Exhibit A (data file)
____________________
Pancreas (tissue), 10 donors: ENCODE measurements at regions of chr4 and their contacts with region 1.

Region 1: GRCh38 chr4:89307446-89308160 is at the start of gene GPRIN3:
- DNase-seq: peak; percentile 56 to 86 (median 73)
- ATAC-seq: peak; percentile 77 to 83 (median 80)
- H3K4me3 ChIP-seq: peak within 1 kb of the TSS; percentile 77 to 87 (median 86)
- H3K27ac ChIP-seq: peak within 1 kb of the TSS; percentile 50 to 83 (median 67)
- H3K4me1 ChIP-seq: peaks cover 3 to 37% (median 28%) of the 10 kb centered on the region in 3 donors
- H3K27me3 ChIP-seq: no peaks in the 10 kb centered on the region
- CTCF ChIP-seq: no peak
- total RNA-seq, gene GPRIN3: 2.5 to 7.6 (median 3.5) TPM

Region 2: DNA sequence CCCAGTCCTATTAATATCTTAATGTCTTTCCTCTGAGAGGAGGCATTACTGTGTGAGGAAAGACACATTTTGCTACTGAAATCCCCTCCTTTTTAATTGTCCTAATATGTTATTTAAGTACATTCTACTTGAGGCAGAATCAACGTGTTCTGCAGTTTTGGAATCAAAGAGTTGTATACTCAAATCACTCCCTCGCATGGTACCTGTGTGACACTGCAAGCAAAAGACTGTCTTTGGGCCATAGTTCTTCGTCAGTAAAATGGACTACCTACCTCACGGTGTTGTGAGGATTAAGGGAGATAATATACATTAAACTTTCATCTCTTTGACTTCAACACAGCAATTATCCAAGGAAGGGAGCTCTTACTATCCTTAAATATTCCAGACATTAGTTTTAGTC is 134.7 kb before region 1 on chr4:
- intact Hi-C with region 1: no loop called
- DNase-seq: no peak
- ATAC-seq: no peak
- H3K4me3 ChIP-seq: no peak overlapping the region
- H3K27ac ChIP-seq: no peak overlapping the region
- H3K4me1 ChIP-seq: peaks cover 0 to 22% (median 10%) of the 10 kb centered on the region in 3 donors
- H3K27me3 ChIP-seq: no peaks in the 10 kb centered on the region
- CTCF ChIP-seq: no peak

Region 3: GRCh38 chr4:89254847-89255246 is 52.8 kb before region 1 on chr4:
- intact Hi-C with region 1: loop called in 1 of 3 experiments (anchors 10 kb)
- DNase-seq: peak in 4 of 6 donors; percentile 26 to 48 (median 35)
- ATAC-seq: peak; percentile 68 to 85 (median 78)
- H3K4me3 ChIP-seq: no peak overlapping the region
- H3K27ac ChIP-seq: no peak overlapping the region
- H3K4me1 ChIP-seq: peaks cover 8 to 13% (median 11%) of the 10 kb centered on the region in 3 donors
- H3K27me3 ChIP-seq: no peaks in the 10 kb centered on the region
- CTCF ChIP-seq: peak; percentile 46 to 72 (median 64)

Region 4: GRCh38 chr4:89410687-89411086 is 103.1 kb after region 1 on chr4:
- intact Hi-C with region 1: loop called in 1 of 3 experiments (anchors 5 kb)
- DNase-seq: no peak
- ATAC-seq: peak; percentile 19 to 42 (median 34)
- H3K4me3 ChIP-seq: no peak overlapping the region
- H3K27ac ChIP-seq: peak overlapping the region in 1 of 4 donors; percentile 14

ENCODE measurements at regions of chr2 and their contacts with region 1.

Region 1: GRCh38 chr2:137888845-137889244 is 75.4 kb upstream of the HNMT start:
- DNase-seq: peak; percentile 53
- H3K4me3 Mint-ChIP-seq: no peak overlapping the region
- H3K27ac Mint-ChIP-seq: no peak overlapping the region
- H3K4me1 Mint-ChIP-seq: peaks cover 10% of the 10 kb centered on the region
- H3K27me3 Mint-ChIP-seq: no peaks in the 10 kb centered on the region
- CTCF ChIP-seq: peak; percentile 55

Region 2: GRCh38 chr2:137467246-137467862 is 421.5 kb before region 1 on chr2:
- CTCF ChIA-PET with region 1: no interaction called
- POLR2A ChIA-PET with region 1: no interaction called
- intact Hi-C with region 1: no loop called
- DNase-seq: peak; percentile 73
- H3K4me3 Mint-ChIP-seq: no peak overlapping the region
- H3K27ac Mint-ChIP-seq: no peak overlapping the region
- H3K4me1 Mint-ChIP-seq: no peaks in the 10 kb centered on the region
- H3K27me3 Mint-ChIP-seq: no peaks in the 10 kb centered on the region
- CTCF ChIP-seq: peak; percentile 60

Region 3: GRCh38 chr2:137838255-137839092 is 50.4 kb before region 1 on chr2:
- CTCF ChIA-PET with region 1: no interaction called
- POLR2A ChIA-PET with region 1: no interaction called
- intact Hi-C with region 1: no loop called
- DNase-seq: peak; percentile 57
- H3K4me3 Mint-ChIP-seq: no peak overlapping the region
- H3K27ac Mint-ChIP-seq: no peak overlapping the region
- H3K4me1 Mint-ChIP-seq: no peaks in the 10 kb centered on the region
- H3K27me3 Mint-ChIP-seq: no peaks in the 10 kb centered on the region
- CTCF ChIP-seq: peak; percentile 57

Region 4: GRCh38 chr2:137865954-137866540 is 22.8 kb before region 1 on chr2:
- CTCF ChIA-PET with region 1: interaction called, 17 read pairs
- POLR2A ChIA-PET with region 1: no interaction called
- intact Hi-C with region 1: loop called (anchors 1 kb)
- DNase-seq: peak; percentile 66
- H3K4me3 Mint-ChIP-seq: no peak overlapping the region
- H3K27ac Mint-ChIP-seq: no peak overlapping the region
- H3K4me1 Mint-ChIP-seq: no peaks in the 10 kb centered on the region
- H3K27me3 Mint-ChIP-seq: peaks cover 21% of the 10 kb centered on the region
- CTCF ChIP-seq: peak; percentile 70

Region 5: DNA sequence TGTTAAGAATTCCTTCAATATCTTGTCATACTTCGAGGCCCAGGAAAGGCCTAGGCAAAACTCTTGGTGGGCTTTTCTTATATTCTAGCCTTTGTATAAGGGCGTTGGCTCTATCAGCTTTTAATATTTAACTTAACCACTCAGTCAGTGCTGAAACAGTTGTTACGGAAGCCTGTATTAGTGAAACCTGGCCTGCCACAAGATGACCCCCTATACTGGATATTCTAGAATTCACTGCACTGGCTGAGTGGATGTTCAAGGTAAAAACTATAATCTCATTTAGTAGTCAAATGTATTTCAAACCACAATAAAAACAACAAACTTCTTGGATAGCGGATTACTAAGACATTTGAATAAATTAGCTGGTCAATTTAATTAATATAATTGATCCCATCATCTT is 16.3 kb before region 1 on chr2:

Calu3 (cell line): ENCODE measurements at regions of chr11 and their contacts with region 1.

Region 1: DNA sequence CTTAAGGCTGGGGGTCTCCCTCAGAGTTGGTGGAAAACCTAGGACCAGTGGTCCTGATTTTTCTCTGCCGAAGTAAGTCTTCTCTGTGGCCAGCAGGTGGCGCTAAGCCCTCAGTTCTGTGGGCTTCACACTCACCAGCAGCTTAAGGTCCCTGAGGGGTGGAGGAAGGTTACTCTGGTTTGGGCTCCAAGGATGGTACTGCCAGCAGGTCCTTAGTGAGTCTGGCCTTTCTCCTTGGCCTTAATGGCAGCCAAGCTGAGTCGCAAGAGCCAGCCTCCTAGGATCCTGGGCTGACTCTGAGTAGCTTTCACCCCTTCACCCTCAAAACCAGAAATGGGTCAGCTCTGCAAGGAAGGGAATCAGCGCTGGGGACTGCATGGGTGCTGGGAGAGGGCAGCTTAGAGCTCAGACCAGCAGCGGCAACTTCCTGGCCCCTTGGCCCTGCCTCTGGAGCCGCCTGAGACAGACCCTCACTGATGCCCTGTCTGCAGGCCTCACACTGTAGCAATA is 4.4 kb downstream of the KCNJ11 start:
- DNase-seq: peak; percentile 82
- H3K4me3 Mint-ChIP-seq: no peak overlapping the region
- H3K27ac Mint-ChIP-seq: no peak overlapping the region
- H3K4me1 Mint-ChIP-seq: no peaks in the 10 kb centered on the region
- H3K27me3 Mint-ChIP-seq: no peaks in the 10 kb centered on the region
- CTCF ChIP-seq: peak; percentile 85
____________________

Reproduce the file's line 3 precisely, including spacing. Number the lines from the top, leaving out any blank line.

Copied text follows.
- DNase-seq: peak; percentile 56 to 86 (median 73)